Perhaps the most exciting new treatment on the horizon will be Monoclonal Antibodies to CGRP. CGRP stands for Calcitonin Gene Related Peptide and is one of the main neurotransmitters that gets released during migraine attacks. These new antibodies will act to help prevent the release of CGRP and thus, help to prevent migraine. Four pharmaceutical companies are competing to be the first to get their product out on the market. Route of administration will be by subcutaneous injection in the office or by Intravenous (IV) treatment. It is expected that these treatments will be expensive and reserved for individuals with chronic migraine who have failed traditional preventive treatment including Botox. Exciting news for Botox non-responders and all those who have given up hope thinking their migraines will never get better! To learn more, go to: www.medscape.com/viewarticle/827838
Topamax Without the Drowsiness
A few words about Topamax as I wrap up this newsletter. Topamax is FDA approved for prevention of migraine and is perhaps the most widely used of all the preventives. However, it is sometimes referred to as “Dopamax” since some individuals feel they can’t think as clearly, in particular, they may complain of word retrieval issues or feel cognitively not as sharp. There is now a brand name extended release form of Topamax called Trokendi XR that does not have this same side effect. Additionally, it is time released to last a full 24 hours unlike the current generic forms of Topamax. As a result, it may also be more effective in preventing migraine over a full 24-hour time frame. I have switched at least 20 patients to Trokendi from Topamax and have received great feedback with how much more clear-headed they are. If you think you are a candidate to switch to Trokendi, please schedule an office visit to discuss. We need documentation in order to have Trokendi covered by your insurance.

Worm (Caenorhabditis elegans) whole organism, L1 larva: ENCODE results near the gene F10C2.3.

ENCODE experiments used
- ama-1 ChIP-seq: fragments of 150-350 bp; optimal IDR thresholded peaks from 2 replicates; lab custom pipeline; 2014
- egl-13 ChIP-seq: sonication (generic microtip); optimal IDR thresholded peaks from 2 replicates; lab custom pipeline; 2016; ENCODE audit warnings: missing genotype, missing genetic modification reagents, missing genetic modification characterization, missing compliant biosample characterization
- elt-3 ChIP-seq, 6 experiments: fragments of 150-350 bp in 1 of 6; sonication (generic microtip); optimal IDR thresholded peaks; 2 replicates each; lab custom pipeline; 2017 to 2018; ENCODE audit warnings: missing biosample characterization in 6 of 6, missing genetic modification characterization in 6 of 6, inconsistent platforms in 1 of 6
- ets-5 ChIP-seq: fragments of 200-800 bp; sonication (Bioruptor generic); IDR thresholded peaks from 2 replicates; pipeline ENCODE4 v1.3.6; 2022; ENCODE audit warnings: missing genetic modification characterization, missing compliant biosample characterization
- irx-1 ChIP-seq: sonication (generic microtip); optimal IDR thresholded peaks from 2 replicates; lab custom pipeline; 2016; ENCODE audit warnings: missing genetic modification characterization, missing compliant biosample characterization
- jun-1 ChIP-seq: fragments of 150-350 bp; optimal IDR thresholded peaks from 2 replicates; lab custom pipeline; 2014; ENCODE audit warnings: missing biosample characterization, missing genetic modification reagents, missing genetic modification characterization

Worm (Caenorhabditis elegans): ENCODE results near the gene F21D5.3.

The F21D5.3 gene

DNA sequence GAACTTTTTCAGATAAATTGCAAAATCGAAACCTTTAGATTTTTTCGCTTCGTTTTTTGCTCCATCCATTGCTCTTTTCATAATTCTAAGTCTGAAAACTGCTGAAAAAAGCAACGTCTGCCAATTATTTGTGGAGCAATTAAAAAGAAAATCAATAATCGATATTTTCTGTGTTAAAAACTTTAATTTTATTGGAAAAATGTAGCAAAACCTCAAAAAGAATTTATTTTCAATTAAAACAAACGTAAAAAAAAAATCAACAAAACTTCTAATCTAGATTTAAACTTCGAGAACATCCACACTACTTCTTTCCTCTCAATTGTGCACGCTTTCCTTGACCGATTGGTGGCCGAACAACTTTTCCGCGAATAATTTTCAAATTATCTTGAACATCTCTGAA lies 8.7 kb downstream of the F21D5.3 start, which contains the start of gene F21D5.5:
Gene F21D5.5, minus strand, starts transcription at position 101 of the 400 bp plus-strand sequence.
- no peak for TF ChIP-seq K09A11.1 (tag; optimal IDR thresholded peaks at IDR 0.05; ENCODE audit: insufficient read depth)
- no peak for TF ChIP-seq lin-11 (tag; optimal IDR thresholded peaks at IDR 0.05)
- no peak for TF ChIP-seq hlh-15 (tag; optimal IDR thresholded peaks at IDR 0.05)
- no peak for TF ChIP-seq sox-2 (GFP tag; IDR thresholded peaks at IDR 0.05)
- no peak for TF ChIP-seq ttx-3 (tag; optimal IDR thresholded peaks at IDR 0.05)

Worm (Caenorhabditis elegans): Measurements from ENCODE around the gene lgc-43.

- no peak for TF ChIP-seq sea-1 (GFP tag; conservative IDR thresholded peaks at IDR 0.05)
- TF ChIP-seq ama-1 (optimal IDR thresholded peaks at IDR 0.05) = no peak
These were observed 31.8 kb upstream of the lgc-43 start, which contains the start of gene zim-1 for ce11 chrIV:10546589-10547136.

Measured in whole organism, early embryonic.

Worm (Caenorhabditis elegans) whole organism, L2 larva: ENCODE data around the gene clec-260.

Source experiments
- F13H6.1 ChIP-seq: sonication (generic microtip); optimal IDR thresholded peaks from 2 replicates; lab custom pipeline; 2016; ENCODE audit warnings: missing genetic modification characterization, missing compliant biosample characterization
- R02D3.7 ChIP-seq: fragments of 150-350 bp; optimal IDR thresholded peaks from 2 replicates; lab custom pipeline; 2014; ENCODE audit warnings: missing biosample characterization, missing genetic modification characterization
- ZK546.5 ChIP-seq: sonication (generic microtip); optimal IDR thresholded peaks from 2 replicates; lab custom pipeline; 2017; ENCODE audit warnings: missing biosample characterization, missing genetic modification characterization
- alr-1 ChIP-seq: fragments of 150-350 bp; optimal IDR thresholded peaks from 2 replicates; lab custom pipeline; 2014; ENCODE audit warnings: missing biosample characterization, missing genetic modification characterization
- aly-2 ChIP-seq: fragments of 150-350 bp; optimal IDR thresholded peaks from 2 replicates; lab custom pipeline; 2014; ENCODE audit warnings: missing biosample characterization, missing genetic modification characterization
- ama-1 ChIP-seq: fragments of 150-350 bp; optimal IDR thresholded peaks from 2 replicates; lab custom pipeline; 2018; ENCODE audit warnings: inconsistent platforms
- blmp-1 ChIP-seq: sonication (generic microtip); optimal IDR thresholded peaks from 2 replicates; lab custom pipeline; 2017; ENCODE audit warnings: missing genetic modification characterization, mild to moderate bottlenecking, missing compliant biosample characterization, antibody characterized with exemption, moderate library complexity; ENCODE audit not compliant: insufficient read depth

Two New Delivery Forms of Sumatriptan Coming Soon for Acute Treatment of Migraine
For acute treatment of migraine, two new delivery methods of Sumatriptan will be available: a patch delivery with the patch being worn over four hours and a new breath-powered nasal spray potentially more effective and better tolerated than current triptan nasal sprays. For more information, go to: www.zecuity.com (patch) and www.optinose.com (spray)
One Word of Advice – Protein!
Lastly, I have one last bit of advice for all of you. It is one word: PROTEIN. Recent studies being done at John Hopkins Medical Center are showing the importance of not just protein in the a.m. but also at night before bed. Ingesting a protein snack before bedtime can prevent the drop in blood sugar that many of us get around 4 a.m. The low blood sugar around 4 a.m. may be linked to waking up with a headache. So, if you are frequently waking up with a morning headache, try a protein snack before bed. My favorite is low-fat vanilla yogurt.
And water, water, water….for daily drinking water needs, The National Institute of Health recommends about 9 cups for women and 13 for men. Water can help prevent headache, can increase energy, and improve our overall health. At my office, we are committed to continuing to cut up those cucumbers and lemons for our water dispenser in our front office. So, come and drink up while waiting for your visit in our comfortable waiting room. You may get hooked on cucumber water!
In closing, I look forward to seeing each one of you to review your headache management. For those of you seeing me for mood disorders and/or hormonal issues and/or ADHD, I look forward to seeing you also and reviewing new and emerging treatments for those conditions.
Susan Hutchinson, MD Director-Orange County Migraine & Headache Center